So of course, going to the doctor, or even scheduling a doctor’s appointment, today is so much better than it used to be. Right? (Okay, scratch that.) Remarkably, a growing number of us – for better or worse – don’t have a primary care doctor. But that doesn’t mean we’re all going to the ER. Telehealth and other modes of care are on the rise. Still, it’s a fact that the health care industry—particularly from a “customer service” point of view – is a laggard when it comes to adopting technology for the benefit of consumers. In fact, according to one perspective piece, the healthcare industry heads the list of industries least impacted by technology, beating out such “leading-edge” industries as buying and building a house, transportation, government services, and the judicial system.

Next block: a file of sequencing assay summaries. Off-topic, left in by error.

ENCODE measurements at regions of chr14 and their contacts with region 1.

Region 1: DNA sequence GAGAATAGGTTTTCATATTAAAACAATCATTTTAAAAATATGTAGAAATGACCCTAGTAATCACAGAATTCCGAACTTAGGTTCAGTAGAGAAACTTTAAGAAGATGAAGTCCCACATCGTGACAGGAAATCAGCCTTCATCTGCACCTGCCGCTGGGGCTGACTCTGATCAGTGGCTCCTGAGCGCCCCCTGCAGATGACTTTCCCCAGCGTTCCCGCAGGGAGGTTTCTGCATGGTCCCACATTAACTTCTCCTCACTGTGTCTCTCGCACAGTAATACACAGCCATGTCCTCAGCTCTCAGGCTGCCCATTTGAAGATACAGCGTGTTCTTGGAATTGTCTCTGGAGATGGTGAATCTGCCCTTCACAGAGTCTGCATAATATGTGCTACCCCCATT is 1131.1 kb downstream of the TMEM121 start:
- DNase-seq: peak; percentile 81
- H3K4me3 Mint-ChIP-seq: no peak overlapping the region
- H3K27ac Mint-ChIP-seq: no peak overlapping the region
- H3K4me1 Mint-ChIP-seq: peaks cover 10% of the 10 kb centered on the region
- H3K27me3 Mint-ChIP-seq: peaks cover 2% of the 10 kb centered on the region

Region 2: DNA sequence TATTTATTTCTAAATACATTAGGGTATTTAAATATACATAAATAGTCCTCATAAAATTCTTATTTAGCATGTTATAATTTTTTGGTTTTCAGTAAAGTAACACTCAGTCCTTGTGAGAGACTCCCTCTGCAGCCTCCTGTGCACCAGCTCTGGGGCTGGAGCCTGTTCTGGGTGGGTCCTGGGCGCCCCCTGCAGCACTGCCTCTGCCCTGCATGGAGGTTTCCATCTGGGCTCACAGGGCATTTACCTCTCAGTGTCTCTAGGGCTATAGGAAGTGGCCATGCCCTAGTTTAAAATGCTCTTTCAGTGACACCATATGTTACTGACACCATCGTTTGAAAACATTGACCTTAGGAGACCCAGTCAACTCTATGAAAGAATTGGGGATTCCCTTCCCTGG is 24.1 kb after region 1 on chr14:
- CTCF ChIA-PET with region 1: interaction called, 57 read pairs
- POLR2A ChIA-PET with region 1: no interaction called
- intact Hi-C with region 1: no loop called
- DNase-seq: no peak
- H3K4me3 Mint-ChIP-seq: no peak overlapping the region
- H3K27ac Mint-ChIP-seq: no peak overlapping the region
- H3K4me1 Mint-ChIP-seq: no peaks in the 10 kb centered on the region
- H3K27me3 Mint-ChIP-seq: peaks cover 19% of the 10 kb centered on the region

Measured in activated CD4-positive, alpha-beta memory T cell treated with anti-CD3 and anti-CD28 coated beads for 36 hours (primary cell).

It’s a problem across the healthcare industry landscape. With employers being the primary payer of medical bills in the US, and increasingly in other parts of the world, that means the industry’s slow adoption of tech is a problem for employers.

So looking at the issue through the employer’s lens, let’s ask, what’s ailing us?

Topping the list, according to Buck’s latest global wellbeing survey, is stress. Worldwide it’s a huge issue. Most recently – as in just a few weeks ago – Gallup reported that Americans are among the most stressed people in the world. From an employer’s perspective, what may be the most worrisome is the age group most stressed in the US. It’s those between the ages of 30 and 49, followed closely by those between the ages of 15 and 29.